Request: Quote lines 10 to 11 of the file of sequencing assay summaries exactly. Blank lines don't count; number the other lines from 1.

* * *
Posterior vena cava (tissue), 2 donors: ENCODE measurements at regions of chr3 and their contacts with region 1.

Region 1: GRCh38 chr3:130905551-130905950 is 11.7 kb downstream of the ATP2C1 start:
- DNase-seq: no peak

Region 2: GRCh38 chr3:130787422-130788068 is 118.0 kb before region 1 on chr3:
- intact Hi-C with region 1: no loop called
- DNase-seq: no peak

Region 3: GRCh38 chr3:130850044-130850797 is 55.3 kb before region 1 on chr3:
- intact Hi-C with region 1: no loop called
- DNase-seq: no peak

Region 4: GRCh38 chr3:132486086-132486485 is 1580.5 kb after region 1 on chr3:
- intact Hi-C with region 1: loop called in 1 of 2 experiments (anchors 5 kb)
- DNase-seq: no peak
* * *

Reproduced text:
Region 4: GRCh38 chr3:132486086-132486485 is 1580.5 kb after region 1 on chr3:
- intact Hi-C with region 1: loop called in 1 of 2 experiments (anchors 5 kb)